“In The Good Old Days of Long Ago": Echoes of Vaudeville and Minstrelsy in the Music of Uncle Dave Macon

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Uncle Dave Macon provided an essential link between nineteenth-century, urban popular stage music (especially the minstrel show and vaudeville) and commercialized country music of the 1920s. He preserved through his recordings a large body of songs and banjo techniques that had their origins in urban-based, nineteenth-century vaudeville and minstrelsy. Like the minstrel and vaudeville performers of the nineteenth century, Macon told jokes and stories, employed attention-grabbing stage gimmicks, marketed himself with boastful or outrageous slogans, and dressed with individual flair. At the same time, Macon incorporated many features from the rural-based folk music of Middle Tennessee. Overall, Macon’s repertoire, musical style, and stage persona (which included elements of the rube, country gentleman, and old man) demonstrated his deep absorption, and subsequent reinterpretation, of nineteenth-century musical traditions.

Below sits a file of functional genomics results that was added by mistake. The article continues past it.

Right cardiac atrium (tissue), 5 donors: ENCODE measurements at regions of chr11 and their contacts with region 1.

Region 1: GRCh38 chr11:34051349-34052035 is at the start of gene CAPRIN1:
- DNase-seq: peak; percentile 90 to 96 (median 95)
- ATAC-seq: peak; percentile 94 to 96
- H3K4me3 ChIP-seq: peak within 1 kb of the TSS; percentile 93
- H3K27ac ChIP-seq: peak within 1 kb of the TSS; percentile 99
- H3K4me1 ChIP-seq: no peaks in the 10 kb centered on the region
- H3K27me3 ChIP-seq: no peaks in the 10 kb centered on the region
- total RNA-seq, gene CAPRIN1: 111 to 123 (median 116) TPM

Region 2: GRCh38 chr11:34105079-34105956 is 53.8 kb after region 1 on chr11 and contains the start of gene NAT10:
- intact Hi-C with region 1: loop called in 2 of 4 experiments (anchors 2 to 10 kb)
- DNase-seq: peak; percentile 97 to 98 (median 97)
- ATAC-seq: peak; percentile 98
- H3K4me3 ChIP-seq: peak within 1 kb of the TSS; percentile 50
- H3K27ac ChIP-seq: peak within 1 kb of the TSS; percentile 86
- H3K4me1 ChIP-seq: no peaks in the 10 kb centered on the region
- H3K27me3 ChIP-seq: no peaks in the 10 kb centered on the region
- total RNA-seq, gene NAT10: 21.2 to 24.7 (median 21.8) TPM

Macon’s career offers a case study in how nineteenth-century performance styles, repertoire, and stage practices became a part of country music in the 1920s. As an artist steeped in two separate, but overlapping, types of nineteenth-century music—stage and folk—Macon was well-positioned to influence the development of the new commercial genre. He brought together several strains of nineteenth-century music to form a modern, twentieth-century musical product ideally suited to the new mass media of records, radio, and film. By tracing Macon’s career and studying his music, we can observe how the cross-currents of rural and popular entertainment during the nineteenth and early twentieth centuries interacted to form the commercial genre we now know as country music.